Breckland Birder

Breckland Birder
Crossbill in Breckland, Norfolk Photo by Paul Newport

Saturday, 6 February 2016

Lynford Water, and Hockham Fen/Cranberry Rough, Norfolk

The day dawned very mild again, but with low light due to low, thick cloud cover.  Cloud remained all day and it did threaten brightness at one time, only for low cloud to once again bring very low light.  The wind was a strong southerly.  At least it remained dry throughout the day.
Lynford Water, Norfolk 06/02/16 (Site of largest ever haul in Britain of Mammoth, Rhino, and Hyena remains)
Lynford Water (early morning)
I wanted to check Lynford Water for Wildfowl, I had 'Sawbills' in mind, however, I didn't really think I would have too much success as these birds generally turn up in cold weather conditions.  Birds seen on the lakes were as follows:
1 Little Egret
9 Mute Swans
60+ Tufted Duck
Gadwall
Mallard
Coot
3 Cormorant
A walk through, or close to the edge of forested areas produced mobile flocks of Long-tailed Tits, Marsh Tit, Blue, and Great Tits, Treecreeper, and Goldcrests.
Siskins typically featured with a mobile flock of around 50 or so birds.

Hockham Fen/Cranberry Rough
The wind didn't help on this visit with little movement of birds seen, however, it was apparent that good numbers of Teal, some Gadwall, Mallard, and Canada Geese were on the flooded areas of this large, superb site.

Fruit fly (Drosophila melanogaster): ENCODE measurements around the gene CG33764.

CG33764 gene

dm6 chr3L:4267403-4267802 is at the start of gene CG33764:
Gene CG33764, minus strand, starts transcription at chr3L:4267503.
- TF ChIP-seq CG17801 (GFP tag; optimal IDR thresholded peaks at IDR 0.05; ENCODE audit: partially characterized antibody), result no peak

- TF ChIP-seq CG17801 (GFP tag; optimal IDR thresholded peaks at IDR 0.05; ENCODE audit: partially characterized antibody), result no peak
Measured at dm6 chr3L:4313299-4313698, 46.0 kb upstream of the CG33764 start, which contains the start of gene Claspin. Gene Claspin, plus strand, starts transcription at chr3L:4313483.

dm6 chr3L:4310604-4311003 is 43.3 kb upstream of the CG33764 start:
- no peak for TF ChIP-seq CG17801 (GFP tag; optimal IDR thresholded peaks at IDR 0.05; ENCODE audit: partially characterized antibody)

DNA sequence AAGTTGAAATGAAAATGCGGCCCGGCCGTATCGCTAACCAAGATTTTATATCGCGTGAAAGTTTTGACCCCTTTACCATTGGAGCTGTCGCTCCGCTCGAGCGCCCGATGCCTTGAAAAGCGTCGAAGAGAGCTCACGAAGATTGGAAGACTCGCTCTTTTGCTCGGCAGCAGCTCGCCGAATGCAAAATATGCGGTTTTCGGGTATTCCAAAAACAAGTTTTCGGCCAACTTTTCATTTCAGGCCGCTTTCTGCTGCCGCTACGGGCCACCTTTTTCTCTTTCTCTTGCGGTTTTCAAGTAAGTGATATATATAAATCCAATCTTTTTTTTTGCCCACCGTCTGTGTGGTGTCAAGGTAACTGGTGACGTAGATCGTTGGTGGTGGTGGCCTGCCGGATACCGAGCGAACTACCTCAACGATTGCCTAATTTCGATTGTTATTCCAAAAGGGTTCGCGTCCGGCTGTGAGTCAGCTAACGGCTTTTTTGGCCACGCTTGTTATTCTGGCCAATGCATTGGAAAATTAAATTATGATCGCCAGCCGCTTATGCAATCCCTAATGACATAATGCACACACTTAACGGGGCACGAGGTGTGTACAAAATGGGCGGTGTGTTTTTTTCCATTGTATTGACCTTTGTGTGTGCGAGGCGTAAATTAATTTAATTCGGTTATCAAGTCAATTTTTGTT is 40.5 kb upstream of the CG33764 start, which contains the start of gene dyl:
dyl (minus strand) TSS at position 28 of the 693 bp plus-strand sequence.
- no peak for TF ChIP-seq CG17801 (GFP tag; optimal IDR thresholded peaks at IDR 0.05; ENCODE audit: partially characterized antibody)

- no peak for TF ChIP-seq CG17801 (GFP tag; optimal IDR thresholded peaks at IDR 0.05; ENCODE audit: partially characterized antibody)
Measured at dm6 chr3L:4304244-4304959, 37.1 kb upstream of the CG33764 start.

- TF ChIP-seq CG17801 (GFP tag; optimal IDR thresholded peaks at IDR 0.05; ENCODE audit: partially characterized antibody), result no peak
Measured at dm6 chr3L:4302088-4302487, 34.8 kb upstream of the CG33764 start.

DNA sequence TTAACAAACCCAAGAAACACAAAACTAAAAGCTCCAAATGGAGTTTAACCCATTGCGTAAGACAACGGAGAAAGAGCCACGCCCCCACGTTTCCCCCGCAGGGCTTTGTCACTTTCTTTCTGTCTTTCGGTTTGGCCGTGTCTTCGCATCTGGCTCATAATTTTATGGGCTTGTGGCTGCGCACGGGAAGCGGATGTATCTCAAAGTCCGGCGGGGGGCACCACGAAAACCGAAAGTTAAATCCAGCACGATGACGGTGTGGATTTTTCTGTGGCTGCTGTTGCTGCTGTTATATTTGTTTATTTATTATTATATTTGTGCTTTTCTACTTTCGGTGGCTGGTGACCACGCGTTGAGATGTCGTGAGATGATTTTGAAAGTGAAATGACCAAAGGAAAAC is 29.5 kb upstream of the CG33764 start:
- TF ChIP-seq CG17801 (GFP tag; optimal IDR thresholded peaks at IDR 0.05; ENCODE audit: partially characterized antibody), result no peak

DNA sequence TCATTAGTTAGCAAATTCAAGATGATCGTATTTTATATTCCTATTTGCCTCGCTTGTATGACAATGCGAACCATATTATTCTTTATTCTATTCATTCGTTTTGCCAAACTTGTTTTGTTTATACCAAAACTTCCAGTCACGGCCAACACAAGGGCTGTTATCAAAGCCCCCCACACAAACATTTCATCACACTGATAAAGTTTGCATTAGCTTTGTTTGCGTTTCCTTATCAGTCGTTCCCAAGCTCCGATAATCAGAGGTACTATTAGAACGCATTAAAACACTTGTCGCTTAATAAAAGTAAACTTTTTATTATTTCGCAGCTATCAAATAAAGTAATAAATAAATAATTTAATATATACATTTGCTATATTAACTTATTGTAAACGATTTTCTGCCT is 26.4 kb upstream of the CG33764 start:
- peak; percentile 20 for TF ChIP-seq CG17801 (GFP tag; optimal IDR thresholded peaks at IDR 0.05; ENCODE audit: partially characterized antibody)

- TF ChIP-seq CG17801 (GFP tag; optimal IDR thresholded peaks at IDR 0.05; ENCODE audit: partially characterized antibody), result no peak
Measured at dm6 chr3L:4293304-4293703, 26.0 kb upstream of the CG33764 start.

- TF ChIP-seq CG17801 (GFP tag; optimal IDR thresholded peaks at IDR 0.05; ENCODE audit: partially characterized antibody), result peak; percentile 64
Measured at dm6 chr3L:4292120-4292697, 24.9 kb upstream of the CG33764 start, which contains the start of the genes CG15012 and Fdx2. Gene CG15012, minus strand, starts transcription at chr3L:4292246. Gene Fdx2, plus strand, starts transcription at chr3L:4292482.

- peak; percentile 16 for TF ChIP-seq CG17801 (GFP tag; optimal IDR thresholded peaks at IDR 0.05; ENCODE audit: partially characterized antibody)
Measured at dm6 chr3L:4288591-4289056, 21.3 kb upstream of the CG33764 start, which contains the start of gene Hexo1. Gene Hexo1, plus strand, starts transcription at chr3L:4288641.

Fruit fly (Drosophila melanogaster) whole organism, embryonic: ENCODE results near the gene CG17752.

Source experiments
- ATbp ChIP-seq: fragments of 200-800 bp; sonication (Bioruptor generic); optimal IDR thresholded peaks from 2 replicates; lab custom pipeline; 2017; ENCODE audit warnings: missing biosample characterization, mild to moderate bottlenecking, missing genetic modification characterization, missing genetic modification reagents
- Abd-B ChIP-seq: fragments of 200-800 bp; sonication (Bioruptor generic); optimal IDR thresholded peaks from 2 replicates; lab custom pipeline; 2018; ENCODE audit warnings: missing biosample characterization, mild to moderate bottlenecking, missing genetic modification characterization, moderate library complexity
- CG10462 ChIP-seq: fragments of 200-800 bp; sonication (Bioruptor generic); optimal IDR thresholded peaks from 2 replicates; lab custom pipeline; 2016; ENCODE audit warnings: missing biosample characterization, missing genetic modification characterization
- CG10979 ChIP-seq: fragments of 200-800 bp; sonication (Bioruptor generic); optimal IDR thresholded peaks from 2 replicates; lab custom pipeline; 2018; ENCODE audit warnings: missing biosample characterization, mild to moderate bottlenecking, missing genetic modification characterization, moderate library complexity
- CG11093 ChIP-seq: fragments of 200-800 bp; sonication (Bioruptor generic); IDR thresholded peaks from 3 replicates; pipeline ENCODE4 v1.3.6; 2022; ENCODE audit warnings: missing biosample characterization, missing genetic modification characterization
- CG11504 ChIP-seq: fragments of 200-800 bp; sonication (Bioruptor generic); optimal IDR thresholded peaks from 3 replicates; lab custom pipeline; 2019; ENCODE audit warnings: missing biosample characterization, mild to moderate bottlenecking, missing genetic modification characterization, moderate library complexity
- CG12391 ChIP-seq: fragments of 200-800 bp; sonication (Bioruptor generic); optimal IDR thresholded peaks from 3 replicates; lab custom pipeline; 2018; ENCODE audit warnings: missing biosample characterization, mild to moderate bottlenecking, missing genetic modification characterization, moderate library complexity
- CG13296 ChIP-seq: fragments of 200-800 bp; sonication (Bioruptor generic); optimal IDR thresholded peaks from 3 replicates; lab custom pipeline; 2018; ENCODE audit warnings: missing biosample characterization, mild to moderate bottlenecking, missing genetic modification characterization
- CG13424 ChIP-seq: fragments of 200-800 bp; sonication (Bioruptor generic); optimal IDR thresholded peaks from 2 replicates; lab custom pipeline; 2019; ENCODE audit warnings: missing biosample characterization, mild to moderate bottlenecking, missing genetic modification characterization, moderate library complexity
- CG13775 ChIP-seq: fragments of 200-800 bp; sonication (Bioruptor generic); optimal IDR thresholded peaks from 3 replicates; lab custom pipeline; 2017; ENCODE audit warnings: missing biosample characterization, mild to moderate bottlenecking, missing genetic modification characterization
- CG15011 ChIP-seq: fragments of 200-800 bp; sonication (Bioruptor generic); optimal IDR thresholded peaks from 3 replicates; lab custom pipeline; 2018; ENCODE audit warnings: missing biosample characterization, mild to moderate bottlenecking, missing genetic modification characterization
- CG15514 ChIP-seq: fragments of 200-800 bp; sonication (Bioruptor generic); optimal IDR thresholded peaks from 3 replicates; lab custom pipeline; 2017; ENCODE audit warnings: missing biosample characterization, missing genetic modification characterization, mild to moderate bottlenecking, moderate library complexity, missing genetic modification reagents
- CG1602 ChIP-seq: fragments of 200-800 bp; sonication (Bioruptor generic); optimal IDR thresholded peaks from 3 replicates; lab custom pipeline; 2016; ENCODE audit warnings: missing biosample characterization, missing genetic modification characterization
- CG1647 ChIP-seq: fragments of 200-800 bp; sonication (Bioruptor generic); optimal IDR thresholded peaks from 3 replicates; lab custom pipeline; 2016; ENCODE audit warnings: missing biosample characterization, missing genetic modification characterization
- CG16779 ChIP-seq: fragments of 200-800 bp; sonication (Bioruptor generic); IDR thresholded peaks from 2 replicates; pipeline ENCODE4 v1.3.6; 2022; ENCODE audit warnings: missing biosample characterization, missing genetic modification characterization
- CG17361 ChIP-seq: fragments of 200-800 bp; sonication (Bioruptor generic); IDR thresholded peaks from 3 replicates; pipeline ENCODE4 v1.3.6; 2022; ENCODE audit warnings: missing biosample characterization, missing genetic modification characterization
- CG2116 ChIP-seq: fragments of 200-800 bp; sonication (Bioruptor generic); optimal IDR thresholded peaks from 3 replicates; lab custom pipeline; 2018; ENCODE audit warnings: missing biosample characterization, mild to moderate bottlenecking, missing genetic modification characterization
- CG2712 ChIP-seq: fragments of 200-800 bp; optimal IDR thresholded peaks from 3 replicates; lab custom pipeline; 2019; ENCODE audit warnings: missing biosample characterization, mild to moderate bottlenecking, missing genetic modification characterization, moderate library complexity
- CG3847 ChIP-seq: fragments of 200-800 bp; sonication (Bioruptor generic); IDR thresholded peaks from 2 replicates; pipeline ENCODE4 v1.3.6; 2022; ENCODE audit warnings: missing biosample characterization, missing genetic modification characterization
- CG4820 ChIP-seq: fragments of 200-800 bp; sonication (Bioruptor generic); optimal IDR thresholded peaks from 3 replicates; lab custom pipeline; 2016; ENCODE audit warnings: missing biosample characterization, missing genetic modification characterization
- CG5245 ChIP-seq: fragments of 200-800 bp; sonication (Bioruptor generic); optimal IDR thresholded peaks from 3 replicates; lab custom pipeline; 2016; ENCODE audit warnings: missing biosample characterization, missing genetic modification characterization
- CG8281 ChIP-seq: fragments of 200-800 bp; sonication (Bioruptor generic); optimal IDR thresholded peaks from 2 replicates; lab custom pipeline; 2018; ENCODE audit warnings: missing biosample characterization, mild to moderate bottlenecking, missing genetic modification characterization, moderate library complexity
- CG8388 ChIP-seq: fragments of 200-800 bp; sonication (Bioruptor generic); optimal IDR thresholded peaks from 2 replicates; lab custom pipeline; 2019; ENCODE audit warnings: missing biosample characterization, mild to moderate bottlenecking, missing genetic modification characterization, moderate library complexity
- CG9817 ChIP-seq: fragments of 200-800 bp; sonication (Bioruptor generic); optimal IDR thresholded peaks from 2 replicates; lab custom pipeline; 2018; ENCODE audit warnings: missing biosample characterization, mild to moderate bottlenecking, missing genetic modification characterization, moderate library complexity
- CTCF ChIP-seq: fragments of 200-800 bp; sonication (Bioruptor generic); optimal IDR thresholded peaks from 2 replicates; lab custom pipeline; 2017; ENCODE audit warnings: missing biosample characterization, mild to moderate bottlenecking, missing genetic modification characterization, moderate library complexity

Hockham Fen 06/02/16 (One of my most favourite local birding sites)
Hockham Fen adjoins Cranberry Rough, this is where I headed next.  This dense, thick, swampy site was sheltered from the strong wind, and as such Tit species featured as the most abundant species with mixed mobile flocks moving generally low through the woodland.
Cranberry Rough 06/02/16
Cranberry Rough is a wonderful site with just a path (course of old rail-line) passing through it.  The reserve, as shown in my picture, is virtually inaccessible due to its swampy nature.  This is one of the only local sites which supports the now rare Willow Tit.
The sheltered path was a welcome break from the wind and it was here that plenty of passerine activity was both seen and heard, especially low down.
A party of Long-tailed Tits moving through the woodland was accompanied by Marsh Tit, Coal Tit, and Marsh Tit.  Goldcrests also moved with the flock.
Always a welcome bird to see is Woodcock, and a single bird was seen on this visit twisting and turning through trees before alighting within the swampy habitat at Cranberry Rough.  The Woodcock for me is one of most enigmatic species, a bird whose habits on the ground are rarely observed.
Being a swampy habitat, Cranberry Rough has tree species which are associated with such environments, this includes many Alders.  This tree, along with Birch, attracts small Finches to feed in, particularly Siskins, and today a flock of 30+ were seen, however, they were quite flight and mobile and rarely settled to feed where I was watching.

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